Tuesday, April 1, 2014

More Fun with Nutrition: Protein isn't a Thing!

Tuna is a decent protein source!
So, as you probably saw last time, I've been talking about nutrition, and for a number of reasons not the least of which is that they're the usually the feature element of a meal, I want to start our discussion on specifics with a few notes about protein.

First of which, and this is the chemist in me being peadantic, protein is not a nutrient. Proteins are the major building blocks of life - they're what you and everything you eat is made from on a chemical level - but the individual proteins are too specific. Instead, your body breaks them into the 22 amino acids that are their component parts, and then uses those amino acids to build up the proteins it uses to do human body things.

This is where the opportunity to optimize comes in. Instead of consuming the recommended amount of protein: .8 grams of fat per kilogram of body weight - I did the conversion because I couldn't stand that ludicrous formula from last time - consume the best amino acids. The amount of protein you need is going to go up with your activity level and with conditions like pregnancy and lactation. Obviously you should consult a medical expert over such things.

Of the 22 Acids there are several that are essential in adults: Histidine, Isoleucine, Leucine, Lysine, Methionine, Phenylalanine, Threonine, Tryptophan, and Valine. Google's spell-check insists that none of those things exist, but I assure you, they are real amino acids. Who, while your body can use all amino acids, prioritize these nine.

Histidine is used by the body for a number of things and is found mostly in meats (beef is richest, but all the farm animals contain it). The highest concentrations are seen in game meats for reasons passing understanding. It is also found in legumes and nuts, particularly in soy, so yes, with the right diet, there's no reason you couldn't be vegan and get enough histidine without supplementation.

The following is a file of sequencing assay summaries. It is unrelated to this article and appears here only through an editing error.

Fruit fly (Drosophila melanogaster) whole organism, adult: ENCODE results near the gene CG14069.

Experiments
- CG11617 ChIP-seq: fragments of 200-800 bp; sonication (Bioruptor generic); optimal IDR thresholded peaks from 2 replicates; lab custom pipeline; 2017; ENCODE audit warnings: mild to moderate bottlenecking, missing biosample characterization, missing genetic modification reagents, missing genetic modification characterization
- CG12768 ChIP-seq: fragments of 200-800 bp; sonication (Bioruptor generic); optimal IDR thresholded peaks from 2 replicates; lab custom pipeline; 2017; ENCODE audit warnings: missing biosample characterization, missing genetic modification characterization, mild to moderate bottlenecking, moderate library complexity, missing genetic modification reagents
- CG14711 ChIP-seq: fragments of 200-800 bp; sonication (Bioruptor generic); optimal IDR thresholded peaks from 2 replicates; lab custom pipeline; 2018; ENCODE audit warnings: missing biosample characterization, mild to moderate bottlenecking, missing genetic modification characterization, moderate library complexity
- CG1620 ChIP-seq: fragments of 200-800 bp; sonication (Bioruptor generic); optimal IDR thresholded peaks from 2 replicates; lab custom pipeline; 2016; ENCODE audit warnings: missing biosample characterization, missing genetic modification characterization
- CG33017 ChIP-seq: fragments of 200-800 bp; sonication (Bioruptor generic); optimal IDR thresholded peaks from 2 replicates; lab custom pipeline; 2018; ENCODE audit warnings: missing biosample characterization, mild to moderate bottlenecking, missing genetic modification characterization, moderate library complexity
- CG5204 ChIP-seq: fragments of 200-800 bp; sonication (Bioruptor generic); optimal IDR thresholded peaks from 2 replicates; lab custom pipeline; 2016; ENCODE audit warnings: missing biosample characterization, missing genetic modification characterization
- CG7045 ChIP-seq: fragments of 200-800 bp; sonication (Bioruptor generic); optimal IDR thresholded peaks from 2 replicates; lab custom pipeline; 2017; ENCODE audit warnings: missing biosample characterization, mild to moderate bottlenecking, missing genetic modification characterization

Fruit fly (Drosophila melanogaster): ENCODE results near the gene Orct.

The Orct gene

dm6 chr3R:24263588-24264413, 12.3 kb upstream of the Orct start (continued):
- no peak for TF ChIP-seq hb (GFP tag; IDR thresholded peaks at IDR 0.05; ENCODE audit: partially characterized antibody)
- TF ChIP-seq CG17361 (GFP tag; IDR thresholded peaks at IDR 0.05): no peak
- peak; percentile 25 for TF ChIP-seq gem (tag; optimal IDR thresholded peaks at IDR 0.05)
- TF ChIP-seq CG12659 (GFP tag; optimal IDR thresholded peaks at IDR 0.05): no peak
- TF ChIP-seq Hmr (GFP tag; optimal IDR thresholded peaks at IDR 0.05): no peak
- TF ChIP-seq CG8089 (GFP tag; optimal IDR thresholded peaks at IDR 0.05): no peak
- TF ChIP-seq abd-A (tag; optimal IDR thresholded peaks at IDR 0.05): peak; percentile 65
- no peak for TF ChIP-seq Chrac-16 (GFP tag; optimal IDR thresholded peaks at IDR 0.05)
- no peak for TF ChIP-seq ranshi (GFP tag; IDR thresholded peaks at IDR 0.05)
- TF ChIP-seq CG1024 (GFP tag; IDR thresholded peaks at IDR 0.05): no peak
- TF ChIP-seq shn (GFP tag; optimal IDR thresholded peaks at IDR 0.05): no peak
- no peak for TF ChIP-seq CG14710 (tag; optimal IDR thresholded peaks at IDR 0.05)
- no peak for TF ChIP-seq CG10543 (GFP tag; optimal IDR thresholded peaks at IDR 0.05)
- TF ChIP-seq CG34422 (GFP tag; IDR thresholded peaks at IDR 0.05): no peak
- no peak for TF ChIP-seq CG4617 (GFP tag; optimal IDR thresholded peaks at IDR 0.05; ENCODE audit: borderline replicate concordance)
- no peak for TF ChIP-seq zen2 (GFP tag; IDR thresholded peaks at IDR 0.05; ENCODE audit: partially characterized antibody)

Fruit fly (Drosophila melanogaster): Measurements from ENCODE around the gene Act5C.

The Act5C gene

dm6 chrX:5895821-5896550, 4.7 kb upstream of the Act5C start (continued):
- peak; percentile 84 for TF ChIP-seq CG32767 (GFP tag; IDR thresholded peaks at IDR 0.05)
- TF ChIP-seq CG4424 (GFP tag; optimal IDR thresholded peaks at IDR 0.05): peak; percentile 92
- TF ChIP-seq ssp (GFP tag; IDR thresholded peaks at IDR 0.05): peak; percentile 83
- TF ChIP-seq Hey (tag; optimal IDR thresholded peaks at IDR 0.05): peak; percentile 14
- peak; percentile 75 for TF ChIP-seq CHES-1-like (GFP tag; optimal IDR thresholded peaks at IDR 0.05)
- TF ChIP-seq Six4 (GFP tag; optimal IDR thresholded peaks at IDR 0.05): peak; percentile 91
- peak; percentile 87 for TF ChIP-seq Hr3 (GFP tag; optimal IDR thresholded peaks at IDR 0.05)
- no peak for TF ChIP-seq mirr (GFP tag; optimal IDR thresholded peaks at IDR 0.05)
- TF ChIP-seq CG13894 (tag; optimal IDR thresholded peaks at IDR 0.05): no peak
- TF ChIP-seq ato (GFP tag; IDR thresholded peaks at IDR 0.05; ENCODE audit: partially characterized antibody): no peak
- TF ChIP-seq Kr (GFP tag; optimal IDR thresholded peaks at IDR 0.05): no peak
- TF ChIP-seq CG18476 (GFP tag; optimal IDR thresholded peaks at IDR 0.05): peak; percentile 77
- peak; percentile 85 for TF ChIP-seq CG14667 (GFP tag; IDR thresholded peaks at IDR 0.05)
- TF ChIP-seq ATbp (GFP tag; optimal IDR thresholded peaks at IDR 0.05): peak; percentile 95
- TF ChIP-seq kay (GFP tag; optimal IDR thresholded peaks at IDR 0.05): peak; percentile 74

Isoleucine is chiefly found in eggs, soy protein, and seaweed. Having said that, it is stockpiled in animals (which can't produce it naturally) so turkey, lamb, cheese, and fish are all good sources as well. Leucine, a chemical relative, shares the trate that it cannot be made by animals: you need to find that in your diet. While meats are the best sources, it's also in your legumes.

Lysine helps with your body's energy production and is chiefly found in fish, though it is also present in beef and, to a lesser extent, your legumes and cheeses.

... In point of fact, all of the essential amino acids can be obtained from either plant or animal sources, though you will have difficulties obtaining Methionine (used for some protein construction inside the body) and Phenylalanine (present in milk and some neurotransmitters) if you are following a strictly-vegan diet.

As with all things, moderation is the key, and unless you're trying to get overly obsessive-compulsive with your amino acid balance, merely eating a variety of protein-bearing foods that total up to your daily intake every day will be enough to keep you running smoothly.

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